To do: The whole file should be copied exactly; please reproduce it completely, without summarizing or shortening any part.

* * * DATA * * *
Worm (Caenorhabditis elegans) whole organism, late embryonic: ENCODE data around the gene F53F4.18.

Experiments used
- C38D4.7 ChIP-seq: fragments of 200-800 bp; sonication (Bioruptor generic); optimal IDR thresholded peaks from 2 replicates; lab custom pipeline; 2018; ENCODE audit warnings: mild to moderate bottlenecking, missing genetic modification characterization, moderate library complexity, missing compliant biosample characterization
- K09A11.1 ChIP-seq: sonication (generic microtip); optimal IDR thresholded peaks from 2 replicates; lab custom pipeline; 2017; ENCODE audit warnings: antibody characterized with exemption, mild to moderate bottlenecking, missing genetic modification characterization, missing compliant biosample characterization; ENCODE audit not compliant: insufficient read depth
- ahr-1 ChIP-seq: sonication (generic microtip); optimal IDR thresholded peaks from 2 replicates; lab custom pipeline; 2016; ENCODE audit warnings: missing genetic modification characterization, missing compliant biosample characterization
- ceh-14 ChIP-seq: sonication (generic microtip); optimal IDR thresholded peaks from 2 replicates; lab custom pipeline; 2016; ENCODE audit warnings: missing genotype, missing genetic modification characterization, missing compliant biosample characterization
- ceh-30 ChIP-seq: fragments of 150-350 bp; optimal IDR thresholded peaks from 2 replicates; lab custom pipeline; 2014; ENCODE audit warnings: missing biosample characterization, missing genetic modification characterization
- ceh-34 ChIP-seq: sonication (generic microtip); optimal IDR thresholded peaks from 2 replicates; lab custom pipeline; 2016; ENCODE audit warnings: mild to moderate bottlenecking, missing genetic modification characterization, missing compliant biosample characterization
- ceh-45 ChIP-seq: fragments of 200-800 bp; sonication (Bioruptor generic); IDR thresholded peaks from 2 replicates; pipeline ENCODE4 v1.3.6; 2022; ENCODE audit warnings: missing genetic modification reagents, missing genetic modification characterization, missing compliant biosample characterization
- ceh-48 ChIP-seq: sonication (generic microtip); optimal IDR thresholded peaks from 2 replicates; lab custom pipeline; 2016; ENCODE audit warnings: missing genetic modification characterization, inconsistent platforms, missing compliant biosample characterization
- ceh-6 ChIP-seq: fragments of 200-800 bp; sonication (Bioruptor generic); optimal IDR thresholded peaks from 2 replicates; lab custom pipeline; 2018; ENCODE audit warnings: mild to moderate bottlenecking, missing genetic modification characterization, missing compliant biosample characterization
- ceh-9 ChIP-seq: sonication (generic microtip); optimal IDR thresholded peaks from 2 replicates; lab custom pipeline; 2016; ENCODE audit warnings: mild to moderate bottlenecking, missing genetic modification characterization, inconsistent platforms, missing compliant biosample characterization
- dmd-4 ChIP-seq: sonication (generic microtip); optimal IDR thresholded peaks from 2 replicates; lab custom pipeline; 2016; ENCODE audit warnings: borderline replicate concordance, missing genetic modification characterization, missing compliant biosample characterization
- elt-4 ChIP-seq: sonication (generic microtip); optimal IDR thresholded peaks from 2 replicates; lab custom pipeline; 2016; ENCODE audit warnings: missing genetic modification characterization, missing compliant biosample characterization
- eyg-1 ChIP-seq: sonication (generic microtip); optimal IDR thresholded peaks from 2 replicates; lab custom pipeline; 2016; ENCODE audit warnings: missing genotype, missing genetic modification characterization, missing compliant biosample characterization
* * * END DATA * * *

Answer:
Worm (Caenorhabditis elegans) whole organism, late embryonic: ENCODE data around the gene F53F4.18.

Experiments used
- C38D4.7 ChIP-seq: fragments of 200-800 bp; sonication (Bioruptor generic); optimal IDR thresholded peaks from 2 replicates; lab custom pipeline; 2018; ENCODE audit warnings: mild to moderate bottlenecking, missing genetic modification characterization, moderate library complexity, missing compliant biosample characterization
- K09A11.1 ChIP-seq: sonication (generic microtip); optimal IDR thresholded peaks from 2 replicates; lab custom pipeline; 2017; ENCODE audit warnings: antibody characterized with exemption, mild to moderate bottlenecking, missing genetic modification characterization, missing compliant biosample characterization; ENCODE audit not compliant: insufficient read depth
- ahr-1 ChIP-seq: sonication (generic microtip); optimal IDR thresholded peaks from 2 replicates; lab custom pipeline; 2016; ENCODE audit warnings: missing genetic modification characterization, missing compliant biosample characterization
- ceh-14 ChIP-seq: sonication (generic microtip); optimal IDR thresholded peaks from 2 replicates; lab custom pipeline; 2016; ENCODE audit warnings: missing genotype, missing genetic modification characterization, missing compliant biosample characterization
- ceh-30 ChIP-seq: fragments of 150-350 bp; optimal IDR thresholded peaks from 2 replicates; lab custom pipeline; 2014; ENCODE audit warnings: missing biosample characterization, missing genetic modification characterization
- ceh-34 ChIP-seq: sonication (generic microtip); optimal IDR thresholded peaks from 2 replicates; lab custom pipeline; 2016; ENCODE audit warnings: mild to moderate bottlenecking, missing genetic modification characterization, missing compliant biosample characterization
- ceh-45 ChIP-seq: fragments of 200-800 bp; sonication (Bioruptor generic); IDR thresholded peaks from 2 replicates; pipeline ENCODE4 v1.3.6; 2022; ENCODE audit warnings: missing genetic modification reagents, missing genetic modification characterization, missing compliant biosample characterization
- ceh-48 ChIP-seq: sonication (generic microtip); optimal IDR thresholded peaks from 2 replicates; lab custom pipeline; 2016; ENCODE audit warnings: missing genetic modification characterization, inconsistent platforms, missing compliant biosample characterization
- ceh-6 ChIP-seq: fragments of 200-800 bp; sonication (Bioruptor generic); optimal IDR thresholded peaks from 2 replicates; lab custom pipeline; 2018; ENCODE audit warnings: mild to moderate bottlenecking, missing genetic modification characterization, missing compliant biosample characterization
- ceh-9 ChIP-seq: sonication (generic microtip); optimal IDR thresholded peaks from 2 replicates; lab custom pipeline; 2016; ENCODE audit warnings: mild to moderate bottlenecking, missing genetic modification characterization, inconsistent platforms, missing compliant biosample characterization
- dmd-4 ChIP-seq: sonication (generic microtip); optimal IDR thresholded peaks from 2 replicates; lab custom pipeline; 2016; ENCODE audit warnings: borderline replicate concordance, missing genetic modification characterization, missing compliant biosample characterization
- elt-4 ChIP-seq: sonication (generic microtip); optimal IDR thresholded peaks from 2 replicates; lab custom pipeline; 2016; ENCODE audit warnings: missing genetic modification characterization, missing compliant biosample characterization
- eyg-1 ChIP-seq: sonication (generic microtip); optimal IDR thresholded peaks from 2 replicates; lab custom pipeline; 2016; ENCODE audit warnings: missing genotype, missing genetic modification characterization, missing compliant biosample characterization